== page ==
Introduction

Today's modern Linux systems use package managers to enable users to install a variety of pre-compiled packages with ease, and in general is the favored method to go about installation of a given piece of software. You've no doubt heard of or been exposed to yum or apt, and these packager managers install pre-compiled packages such as rpm or deb.

However, there are times when it is advantageous to build a piece of software from it's source code. Source code is usually downloaded in one of several formats like a tarball, a gunzip or from any number of growing hosted software repositories such as github, bitbucket or sourceforge.

There are a number of reasons one may choose to build a piece of software from source:

  • The distribution does not have the desired version.
  • You want to segregate a piece of software from system packages.
  • You need a custom installation path.

The method in which you build a package depends on the language a piece of software was written in. Most of the time you will probably be compiling a C program, but it could easily be ruby, python etc...

Pre-requisites

In order to properly build a piece of software from source, you will need to meet a couple of requirements, however most of the time these tools are kept in nice package groups, but here are a few:
* A method to download the source code to the target machine, wget, curl, git, scp * Development Tools, make, automake, autoconf, binutils, gcc, gcc-c++, gettext, libtool, make, patch, bison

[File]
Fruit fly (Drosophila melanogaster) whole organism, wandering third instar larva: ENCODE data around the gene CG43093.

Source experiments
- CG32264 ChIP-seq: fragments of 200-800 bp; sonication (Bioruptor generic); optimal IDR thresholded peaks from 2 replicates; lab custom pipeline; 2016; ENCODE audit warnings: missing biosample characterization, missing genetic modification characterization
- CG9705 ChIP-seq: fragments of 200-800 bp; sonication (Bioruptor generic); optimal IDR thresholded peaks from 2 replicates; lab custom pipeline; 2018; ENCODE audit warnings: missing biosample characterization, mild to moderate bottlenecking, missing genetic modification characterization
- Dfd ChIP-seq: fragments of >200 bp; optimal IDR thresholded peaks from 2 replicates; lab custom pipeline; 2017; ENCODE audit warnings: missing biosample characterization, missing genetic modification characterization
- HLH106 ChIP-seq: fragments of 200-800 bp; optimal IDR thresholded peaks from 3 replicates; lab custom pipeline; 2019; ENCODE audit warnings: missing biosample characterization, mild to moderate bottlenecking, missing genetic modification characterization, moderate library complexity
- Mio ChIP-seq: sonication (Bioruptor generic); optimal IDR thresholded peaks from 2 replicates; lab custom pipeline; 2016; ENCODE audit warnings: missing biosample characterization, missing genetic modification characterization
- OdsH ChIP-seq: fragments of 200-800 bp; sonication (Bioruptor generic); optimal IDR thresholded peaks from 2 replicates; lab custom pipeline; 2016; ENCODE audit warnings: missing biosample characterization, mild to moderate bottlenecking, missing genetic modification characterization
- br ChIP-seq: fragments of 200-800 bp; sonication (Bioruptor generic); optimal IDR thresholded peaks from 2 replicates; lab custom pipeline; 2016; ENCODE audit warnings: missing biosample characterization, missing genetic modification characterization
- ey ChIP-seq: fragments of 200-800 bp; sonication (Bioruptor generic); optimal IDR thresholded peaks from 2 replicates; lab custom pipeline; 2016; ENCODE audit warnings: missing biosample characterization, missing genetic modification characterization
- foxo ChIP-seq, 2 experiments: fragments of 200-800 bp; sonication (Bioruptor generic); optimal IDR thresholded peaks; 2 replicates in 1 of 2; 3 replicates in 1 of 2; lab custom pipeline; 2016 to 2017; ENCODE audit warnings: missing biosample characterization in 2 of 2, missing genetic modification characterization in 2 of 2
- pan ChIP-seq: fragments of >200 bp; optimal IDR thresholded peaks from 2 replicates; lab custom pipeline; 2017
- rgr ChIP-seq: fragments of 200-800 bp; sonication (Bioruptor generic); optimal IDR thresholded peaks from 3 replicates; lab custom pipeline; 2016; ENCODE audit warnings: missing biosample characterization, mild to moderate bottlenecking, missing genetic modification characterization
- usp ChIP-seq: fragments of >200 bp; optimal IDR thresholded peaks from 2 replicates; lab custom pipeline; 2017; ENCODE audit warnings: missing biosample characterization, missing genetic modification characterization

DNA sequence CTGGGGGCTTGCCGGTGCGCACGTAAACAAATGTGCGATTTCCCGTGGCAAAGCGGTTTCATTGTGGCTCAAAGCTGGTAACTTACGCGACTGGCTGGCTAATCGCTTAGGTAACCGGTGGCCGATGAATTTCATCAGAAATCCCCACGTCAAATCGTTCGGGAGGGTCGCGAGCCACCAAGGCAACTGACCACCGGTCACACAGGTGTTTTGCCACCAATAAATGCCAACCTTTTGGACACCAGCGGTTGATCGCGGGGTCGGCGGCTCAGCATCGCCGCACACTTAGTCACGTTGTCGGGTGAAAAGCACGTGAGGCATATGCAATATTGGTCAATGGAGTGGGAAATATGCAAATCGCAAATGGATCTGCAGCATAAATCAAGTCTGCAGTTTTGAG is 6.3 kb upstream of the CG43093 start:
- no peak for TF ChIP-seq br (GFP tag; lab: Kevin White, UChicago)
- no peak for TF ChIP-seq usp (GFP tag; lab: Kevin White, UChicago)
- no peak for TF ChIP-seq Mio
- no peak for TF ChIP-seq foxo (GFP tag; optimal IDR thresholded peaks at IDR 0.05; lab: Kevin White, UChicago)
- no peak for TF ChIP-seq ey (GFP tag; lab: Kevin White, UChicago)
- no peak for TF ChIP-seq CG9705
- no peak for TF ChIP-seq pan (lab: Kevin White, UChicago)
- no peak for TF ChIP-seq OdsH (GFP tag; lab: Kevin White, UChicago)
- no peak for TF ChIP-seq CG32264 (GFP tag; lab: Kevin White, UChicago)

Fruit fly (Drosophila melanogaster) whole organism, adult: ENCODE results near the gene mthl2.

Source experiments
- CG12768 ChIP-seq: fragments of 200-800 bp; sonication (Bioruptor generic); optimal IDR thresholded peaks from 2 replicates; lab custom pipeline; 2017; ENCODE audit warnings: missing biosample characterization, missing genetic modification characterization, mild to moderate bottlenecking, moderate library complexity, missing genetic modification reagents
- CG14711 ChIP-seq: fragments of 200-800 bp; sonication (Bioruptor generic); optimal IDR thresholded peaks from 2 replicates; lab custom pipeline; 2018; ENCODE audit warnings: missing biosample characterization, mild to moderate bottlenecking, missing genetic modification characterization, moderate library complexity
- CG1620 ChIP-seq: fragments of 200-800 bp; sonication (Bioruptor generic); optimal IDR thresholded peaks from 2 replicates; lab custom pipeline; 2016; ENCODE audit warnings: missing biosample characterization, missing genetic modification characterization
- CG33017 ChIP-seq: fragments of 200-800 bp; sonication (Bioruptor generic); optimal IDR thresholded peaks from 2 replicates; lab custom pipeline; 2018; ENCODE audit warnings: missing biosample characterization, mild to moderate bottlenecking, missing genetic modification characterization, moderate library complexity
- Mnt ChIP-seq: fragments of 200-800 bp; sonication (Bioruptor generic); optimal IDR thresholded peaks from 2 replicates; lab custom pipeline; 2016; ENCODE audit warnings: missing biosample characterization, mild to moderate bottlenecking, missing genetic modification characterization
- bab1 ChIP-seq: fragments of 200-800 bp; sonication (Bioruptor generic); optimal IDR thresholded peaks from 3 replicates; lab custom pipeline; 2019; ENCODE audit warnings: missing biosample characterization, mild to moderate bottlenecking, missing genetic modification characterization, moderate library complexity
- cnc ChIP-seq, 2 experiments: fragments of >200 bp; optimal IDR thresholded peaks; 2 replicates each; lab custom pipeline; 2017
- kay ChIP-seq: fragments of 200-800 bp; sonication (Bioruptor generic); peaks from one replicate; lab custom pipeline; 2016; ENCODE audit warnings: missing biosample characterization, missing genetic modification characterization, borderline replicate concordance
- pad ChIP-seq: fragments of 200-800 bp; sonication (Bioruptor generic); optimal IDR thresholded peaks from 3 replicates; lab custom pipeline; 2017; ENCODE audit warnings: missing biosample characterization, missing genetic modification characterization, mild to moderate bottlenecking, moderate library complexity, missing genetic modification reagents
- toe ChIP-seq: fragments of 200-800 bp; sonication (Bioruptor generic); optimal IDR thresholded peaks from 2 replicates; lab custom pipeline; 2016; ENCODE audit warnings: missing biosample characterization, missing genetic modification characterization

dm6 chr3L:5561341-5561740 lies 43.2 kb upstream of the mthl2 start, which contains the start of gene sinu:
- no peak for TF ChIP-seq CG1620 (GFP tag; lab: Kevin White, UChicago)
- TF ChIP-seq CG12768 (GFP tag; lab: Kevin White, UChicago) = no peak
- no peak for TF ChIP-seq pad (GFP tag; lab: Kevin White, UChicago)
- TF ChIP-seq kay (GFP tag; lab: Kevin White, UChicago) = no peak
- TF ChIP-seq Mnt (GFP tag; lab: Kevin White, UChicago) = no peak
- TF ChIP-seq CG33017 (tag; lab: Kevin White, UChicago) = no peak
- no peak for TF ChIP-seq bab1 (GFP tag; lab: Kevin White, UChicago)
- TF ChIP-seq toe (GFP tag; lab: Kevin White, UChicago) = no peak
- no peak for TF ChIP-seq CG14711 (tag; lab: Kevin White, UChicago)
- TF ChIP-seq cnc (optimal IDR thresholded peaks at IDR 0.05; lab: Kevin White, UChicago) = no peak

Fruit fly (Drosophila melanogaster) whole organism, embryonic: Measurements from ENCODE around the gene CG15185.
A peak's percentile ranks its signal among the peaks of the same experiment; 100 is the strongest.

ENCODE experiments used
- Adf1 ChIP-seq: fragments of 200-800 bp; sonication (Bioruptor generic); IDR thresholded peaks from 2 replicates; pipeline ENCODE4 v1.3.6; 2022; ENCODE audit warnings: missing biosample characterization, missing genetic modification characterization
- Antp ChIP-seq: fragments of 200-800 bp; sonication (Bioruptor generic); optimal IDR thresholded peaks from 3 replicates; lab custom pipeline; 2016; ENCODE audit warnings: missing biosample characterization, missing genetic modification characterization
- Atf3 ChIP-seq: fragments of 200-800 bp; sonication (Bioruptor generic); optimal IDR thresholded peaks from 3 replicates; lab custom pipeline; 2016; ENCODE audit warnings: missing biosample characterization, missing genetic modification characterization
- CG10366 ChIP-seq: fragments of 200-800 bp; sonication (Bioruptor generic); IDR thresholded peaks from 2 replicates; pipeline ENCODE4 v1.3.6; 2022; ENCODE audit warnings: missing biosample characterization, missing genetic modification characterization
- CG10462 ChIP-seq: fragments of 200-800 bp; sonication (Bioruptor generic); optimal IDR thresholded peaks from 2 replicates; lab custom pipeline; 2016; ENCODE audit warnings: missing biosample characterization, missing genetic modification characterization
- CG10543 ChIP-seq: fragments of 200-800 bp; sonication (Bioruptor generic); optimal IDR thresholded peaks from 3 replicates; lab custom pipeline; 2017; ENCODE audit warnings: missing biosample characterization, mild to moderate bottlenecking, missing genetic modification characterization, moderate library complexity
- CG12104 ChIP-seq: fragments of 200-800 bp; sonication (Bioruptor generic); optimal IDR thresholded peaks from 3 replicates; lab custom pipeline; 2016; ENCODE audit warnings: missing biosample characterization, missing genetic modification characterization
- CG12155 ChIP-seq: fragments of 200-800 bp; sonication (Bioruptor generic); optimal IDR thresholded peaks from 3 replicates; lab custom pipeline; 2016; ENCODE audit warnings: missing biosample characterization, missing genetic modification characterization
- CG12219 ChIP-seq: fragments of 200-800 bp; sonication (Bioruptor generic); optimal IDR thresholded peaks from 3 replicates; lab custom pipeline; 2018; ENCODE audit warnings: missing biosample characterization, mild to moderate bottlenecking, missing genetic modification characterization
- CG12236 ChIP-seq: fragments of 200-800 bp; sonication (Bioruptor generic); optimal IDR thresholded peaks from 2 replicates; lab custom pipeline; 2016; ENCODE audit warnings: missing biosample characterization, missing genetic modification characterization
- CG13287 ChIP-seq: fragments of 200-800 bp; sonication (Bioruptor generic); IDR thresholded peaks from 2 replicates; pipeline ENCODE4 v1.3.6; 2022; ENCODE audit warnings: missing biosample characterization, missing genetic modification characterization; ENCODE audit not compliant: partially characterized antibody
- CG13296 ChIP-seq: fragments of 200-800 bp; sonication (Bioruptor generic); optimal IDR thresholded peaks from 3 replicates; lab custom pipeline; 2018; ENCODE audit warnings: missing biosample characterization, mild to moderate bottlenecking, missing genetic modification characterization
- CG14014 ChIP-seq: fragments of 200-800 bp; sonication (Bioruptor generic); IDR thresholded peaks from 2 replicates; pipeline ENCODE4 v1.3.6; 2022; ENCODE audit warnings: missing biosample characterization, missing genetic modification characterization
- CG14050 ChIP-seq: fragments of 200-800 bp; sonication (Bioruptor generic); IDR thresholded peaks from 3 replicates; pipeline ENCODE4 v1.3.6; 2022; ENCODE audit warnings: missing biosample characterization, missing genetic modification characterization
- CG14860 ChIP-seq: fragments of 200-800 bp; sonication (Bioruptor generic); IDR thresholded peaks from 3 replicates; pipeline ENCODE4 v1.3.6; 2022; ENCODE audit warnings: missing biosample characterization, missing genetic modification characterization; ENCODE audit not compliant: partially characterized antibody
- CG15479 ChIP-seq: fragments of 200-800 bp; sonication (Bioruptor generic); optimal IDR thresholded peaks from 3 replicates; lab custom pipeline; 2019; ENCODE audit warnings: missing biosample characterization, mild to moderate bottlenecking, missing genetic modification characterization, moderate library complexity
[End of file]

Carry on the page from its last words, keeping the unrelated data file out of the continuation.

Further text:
The package groups can be installed a bit easier if you're on a RHEL or Debian variant.

RHEL Variant

yum install "Development tools"  

Debian Variant

apt-get install build-essential  

After you've satisfied the basic requirements, you'll want to reference the documentation for the piece of software you're compiling, and also satisfy any requirements that said software needs for a successful compile. There may also be some optional items you can install to compile additional features in the the software you may be interested in, so it's important to read the documentation.

Setting Up Your Build Environment

After you've satisfied the requirements, you're ready to setup your build environment. You may do this anywhere you choose, however my personal preference (yes this is a style preference, not law) is to work in my home directory, so I may recompile, update or package the piece of software as I see fit without cluttering up the system.

A build environment is nothing special, and is simply an area on your workstation or server that you've designated as your work area. Let's create that now.